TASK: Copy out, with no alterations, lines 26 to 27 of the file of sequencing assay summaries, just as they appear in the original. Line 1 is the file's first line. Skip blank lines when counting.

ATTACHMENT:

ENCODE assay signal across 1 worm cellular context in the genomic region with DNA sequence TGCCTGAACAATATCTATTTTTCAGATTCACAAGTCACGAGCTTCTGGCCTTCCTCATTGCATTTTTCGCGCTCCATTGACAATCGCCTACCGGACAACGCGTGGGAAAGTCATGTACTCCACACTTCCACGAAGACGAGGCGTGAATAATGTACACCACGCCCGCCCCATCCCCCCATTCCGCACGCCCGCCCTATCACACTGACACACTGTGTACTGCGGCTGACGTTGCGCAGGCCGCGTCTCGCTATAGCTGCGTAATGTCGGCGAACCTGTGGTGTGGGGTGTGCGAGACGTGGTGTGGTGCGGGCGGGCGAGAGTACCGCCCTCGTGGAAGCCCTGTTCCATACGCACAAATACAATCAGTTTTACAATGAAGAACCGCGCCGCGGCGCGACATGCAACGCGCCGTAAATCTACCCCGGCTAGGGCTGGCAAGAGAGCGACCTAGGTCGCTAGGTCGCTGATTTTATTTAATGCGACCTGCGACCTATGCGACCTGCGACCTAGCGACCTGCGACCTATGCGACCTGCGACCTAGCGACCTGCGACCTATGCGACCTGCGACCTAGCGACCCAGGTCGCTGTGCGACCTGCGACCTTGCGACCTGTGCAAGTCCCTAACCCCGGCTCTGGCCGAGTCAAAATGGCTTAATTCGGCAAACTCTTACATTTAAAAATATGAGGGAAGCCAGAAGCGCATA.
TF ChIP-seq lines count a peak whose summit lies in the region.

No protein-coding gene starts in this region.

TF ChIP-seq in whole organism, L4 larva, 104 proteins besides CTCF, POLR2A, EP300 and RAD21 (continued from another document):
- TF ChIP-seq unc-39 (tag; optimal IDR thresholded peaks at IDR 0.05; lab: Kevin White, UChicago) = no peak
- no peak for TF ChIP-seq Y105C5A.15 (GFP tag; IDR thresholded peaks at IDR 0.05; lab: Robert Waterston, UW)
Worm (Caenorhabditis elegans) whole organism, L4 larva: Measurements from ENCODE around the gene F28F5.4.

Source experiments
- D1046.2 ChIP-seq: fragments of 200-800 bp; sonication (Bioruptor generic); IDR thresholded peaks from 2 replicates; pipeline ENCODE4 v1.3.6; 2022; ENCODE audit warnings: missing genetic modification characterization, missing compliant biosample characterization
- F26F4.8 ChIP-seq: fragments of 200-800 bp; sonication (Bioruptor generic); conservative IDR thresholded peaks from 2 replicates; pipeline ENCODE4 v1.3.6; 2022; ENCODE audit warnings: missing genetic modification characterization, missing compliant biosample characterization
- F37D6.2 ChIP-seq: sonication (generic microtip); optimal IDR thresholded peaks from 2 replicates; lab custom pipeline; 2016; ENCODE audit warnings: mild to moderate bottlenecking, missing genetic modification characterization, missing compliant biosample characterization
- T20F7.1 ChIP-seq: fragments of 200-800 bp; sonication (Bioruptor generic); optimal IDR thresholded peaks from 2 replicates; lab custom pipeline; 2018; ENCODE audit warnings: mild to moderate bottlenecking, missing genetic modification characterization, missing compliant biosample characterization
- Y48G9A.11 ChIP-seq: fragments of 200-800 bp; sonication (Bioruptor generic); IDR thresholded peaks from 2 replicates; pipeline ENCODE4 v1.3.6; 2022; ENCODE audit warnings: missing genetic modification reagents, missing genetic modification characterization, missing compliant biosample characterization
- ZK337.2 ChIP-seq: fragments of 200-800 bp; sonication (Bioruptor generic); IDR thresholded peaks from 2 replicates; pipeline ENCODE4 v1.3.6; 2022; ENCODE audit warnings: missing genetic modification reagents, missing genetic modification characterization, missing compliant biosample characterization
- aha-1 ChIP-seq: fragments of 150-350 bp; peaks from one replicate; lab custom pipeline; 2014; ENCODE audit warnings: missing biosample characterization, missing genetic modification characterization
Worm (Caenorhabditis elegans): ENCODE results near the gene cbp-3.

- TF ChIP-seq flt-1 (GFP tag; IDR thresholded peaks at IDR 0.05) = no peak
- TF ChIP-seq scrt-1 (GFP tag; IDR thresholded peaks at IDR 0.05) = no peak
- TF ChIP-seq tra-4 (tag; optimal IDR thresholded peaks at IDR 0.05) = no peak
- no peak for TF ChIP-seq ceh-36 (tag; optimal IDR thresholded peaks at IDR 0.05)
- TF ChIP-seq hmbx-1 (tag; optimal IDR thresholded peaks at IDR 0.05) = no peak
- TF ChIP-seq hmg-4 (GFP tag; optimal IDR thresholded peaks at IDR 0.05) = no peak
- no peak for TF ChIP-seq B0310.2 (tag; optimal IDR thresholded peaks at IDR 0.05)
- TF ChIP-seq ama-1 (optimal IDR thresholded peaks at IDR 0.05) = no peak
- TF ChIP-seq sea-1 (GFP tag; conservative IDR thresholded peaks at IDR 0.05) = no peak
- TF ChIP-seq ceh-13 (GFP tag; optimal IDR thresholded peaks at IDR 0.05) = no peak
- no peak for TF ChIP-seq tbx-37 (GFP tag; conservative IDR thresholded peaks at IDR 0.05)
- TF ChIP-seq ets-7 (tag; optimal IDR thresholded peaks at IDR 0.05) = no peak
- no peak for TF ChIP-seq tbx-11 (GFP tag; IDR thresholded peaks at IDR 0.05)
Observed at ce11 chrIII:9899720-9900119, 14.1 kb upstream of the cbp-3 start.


- TF ChIP-seq ceh-13 (GFP tag; optimal IDR thresholded peaks at IDR 0.05) = no peak
- no peak for TF ChIP-seq tbx-37 (GFP tag; conservative IDR thresholded peaks at IDR 0.05)